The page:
This great story goes back many years to 1967 when Mrs Domitilla Hyams started a day care facility for three little girls with mental handicap, which led her to devote her life to children such as these. Her simple objective was always to allow these special children – some of whom have been abandoned by their parents – to live in a peaceful, loving environment. Today, Little Eden consists of two homes, one at Edenvale and the other a 43 ha farm in Bapsfontein which together are home to over 290 disabled children and adults.

Children at Little Eden benefit from 24-hour nursing care and a full programme of physio, occupational, speech and hydro-therapy, reflexology, art and music – all aimed at developing their quality of life. Ranging in ages from just a few months to 53 years, the residents include people with mental illness, disturbed behaviour, multiple physical disabilities and epilepsy. They are divided according to their age and abilities to ensure each receives appropriate care and stimulation in the best possible environment.

Smaller children and those requiring frequent medical care generally live at the Edenvale home, and the more mobile and older residents are better suited to life at the Elvira Rota Village, the farm in Bapsfontein. Those who wish to are encouraged to be involved in the daily chores – whether it’s rinsing the dishes, folding laundry or just ensuring the farm is free of little. This provides a sense of achievement and belonging which adds to their well being. Participating in the annual Christmas concert is another favourite activity and one which those that attend it find incredibly moving and special.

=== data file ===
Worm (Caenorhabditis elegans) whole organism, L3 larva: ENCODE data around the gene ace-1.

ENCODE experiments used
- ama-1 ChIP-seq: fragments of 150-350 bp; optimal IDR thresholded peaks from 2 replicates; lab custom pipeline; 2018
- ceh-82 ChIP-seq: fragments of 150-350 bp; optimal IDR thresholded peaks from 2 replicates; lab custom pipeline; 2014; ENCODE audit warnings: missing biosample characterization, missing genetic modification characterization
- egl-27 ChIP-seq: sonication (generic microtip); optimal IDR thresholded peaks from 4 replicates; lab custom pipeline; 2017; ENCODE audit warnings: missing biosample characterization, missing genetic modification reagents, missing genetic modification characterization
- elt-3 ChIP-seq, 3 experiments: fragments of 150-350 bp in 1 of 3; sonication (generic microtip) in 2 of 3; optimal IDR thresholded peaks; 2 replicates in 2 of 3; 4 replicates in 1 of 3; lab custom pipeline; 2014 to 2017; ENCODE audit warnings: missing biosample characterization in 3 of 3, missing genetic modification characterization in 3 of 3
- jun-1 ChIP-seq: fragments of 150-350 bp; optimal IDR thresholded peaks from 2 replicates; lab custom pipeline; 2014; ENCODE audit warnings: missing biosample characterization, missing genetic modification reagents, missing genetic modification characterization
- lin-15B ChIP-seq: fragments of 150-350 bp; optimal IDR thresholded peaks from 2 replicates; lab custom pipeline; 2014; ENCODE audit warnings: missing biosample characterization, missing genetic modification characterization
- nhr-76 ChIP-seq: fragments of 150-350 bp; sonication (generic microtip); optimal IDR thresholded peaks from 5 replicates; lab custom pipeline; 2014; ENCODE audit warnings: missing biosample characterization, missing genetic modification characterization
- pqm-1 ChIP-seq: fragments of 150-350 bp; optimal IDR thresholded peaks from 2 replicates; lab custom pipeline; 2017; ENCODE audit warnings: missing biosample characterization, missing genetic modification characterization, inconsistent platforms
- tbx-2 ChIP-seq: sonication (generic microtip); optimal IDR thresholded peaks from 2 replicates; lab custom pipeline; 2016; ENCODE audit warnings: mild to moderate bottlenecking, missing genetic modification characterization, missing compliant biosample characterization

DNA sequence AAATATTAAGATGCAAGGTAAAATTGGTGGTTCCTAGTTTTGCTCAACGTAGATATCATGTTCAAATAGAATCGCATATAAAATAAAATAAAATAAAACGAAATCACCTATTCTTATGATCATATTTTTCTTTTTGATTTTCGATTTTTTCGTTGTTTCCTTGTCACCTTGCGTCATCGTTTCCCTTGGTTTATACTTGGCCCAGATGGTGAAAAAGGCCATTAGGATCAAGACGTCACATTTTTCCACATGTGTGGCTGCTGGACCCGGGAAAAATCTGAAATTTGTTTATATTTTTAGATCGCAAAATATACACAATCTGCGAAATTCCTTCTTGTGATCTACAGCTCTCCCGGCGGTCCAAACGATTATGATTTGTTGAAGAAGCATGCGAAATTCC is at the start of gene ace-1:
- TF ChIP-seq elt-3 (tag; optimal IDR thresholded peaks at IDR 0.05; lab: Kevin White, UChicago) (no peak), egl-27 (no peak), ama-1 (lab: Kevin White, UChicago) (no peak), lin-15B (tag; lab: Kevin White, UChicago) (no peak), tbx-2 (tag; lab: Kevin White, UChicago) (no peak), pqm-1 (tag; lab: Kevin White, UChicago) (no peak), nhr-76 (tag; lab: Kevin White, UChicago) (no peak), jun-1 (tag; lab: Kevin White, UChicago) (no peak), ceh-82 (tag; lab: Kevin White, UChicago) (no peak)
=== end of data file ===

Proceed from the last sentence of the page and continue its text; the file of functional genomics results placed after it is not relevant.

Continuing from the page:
The residents may not be able to run and play like other children, some cannot even sit up, speak or feed themselves. Yet each person at Little Eden is a whole, complete being created by God...with a mind, a body, a spirit and a soul, however handicapped. At Little Eden everyone tries to recognise the resident’s abilities and to work with them at their own level of functioning, to encourage and develop them to their full potential. Although there are many sad cases, Little Eden is not a sad place filled with hopeless people. It is a place of great love, where every child feels secure and valued. Even those who cannot speak can be reached through the universal language of touch, and so often respond with joyful smiles.